Jamaica the Artist with two of his six boys in Oakland. Becoming a working artist allowed him to provide for his sons above and beyond his own upbringing. (Pendarvis Harshaw)
Jamaica The Artist recently cut his long locs, so I hardly recognized him at Lake Merritt last Sunday. But he caught my attention as I overheard him discussing the ups and downs of being an artist in Oakland, as well as being a father; not just a father, but dad to six African American boys.
When I looked a little closer, I realized I'd taken photos of him painting a mural, dedicated to the late rap artist known as the Jacka, on MacArthur and 94th Avenue in deep East Oakland. I also had photos of him painting by the lake just over two years ago. I can’t recall where I first met him, but I knew him, or at least his name.
I decided it was time I got to know his story.
Jamaica's real name is Brandon Ehieze, his last name attributed to his Nigerian lineage. A friend of his nicknamed him Baby Jamaica, because of the locs he had at the time. The name stuck. Now people know him as Jamaica The Artist, or simply Jamaica.
And people know him. He’s connected to a huge family of Bay Area based artists, maintaining a brotherhood-like bond with rappers like Shady Nate and working relationships with visual artists, like GATS. His networking ability and artistic skill means his work is featured all around town: on the old American Steel Building in West Oakland, on the walls of Complex Oakland on 14th and Broadway, or on the walls of Mistah Fab’s new Dope Era store.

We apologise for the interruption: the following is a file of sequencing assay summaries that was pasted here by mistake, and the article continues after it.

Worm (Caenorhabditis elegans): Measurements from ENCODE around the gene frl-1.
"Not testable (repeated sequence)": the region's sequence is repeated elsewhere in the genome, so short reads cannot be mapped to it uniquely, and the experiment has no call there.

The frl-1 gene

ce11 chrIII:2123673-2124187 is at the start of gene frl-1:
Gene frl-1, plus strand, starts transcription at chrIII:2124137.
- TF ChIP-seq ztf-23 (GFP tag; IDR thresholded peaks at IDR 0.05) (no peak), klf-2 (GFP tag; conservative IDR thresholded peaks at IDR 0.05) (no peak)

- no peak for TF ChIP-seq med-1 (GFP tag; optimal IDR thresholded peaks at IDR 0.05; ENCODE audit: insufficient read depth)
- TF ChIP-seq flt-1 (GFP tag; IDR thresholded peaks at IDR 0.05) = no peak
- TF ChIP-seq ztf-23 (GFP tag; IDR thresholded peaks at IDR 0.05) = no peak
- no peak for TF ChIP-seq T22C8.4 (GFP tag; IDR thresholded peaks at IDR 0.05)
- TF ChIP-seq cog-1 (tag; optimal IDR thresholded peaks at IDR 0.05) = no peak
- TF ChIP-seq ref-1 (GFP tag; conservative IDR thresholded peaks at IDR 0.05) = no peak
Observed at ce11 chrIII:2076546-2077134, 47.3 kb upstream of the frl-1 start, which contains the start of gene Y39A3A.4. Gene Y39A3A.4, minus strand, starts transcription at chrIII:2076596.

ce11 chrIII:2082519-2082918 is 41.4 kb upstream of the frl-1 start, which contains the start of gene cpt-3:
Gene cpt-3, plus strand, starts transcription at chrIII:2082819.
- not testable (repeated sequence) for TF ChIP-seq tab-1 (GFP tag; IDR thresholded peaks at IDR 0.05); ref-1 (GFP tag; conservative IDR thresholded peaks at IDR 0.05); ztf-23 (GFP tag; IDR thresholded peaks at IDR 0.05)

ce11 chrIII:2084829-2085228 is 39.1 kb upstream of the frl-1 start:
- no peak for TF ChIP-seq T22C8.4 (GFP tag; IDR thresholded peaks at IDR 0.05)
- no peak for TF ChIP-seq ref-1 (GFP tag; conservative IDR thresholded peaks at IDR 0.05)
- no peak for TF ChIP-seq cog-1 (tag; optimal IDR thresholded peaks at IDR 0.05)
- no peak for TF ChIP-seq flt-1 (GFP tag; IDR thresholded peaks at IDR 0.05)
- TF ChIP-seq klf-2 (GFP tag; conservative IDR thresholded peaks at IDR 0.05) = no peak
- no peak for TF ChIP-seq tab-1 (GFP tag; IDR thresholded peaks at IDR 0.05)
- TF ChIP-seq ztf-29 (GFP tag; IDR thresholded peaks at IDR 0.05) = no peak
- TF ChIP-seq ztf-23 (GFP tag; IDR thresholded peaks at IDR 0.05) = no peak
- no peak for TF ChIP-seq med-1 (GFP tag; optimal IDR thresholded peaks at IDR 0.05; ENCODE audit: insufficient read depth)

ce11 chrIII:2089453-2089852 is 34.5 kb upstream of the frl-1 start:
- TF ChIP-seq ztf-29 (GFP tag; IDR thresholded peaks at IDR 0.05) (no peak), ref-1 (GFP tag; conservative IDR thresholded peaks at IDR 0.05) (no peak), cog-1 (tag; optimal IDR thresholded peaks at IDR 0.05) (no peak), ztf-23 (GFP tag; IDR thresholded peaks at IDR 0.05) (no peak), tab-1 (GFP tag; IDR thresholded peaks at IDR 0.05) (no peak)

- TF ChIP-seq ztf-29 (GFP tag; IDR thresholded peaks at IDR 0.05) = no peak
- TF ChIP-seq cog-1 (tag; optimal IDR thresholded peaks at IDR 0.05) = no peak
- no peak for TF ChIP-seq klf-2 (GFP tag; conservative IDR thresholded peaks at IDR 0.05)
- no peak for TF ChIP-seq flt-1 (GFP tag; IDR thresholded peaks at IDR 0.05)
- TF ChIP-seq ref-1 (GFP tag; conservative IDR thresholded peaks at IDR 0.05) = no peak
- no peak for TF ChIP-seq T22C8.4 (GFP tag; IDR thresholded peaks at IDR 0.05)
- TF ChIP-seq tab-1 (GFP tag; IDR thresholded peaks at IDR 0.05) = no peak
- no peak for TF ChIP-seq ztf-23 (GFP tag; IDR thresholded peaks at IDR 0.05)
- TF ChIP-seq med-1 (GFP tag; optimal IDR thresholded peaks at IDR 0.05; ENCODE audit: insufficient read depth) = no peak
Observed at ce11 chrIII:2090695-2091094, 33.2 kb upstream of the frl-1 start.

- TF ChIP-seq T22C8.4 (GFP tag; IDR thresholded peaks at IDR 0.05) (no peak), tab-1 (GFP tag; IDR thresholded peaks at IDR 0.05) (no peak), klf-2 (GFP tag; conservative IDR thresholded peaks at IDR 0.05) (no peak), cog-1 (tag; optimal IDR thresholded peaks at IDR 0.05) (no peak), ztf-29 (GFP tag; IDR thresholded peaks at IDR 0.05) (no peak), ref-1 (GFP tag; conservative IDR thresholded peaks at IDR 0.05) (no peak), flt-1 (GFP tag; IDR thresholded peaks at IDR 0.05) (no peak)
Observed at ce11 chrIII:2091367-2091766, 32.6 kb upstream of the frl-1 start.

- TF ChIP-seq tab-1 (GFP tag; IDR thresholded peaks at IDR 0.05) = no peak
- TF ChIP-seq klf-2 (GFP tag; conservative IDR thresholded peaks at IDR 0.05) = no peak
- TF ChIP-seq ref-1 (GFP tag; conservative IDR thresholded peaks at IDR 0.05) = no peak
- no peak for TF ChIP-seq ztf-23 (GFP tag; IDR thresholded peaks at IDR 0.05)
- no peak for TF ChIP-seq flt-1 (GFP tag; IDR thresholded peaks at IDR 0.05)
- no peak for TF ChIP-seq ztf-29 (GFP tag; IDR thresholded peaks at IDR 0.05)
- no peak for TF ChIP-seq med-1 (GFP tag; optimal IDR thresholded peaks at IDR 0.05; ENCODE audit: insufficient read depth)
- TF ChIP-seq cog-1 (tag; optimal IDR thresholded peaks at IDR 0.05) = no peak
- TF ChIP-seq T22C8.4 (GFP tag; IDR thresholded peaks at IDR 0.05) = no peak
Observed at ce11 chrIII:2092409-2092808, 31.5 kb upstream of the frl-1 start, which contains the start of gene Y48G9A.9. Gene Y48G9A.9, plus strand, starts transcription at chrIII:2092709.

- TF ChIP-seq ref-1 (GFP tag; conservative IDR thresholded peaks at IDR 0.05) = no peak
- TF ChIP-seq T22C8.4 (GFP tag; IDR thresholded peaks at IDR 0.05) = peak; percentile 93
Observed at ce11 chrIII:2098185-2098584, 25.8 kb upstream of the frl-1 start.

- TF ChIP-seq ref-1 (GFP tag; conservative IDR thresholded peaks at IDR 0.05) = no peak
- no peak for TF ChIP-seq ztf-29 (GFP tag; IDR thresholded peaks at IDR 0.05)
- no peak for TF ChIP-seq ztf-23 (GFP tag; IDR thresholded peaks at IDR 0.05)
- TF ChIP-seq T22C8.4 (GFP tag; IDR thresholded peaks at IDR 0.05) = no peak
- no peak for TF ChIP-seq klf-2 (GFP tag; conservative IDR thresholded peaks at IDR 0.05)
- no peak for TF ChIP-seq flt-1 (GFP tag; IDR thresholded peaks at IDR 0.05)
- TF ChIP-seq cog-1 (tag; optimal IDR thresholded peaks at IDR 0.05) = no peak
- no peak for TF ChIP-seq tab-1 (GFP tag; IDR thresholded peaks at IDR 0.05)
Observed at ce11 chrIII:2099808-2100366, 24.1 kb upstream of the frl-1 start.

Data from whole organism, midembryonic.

He works constantly. Sleeps rarely. And is a firm believer in the motto: “You have to go through it to get to it.”
Jamaica’s studio is in the back of East Oakland, somewhere between the Coliseum and the airport, in a maze of warehouses and office buildings. Inside of his two-room studio, there’s ample evidence of his artistry. A pair of freshly painted Nike Huaraches dry on the windowsill. The T-shirt press sits stopped in mid-operation. On the table lay painted Warriors shirts, made in celebration of the most recent championship. And amidst the paint supplies and colorful creations, there’s Jamaica.
When I walk in the studio, he's deep in the art of cleaning, a self-proclaimed “clean freak”—something he probably picked up while incarcerated, he tells me. So we sit down in the second room of the studio—the cleaner side—for a little chat about art, entrepreneurship and being a father to six African American boys in Oakland.
Two box fans buzz in the background as I place my recorder on the lip of his weed-rolling tray, letting the tape roll as he does the same with his herb. Above his head is an abstract painting of Erykah Badu, which spans the length of the wall. The first thing he tells me is his fandom of Queen Badu, and how one time he almost fought a friend because they called Erykah a b-word that wasn’t Badu.
The second thing he tells me is the origin story of his artistic ability.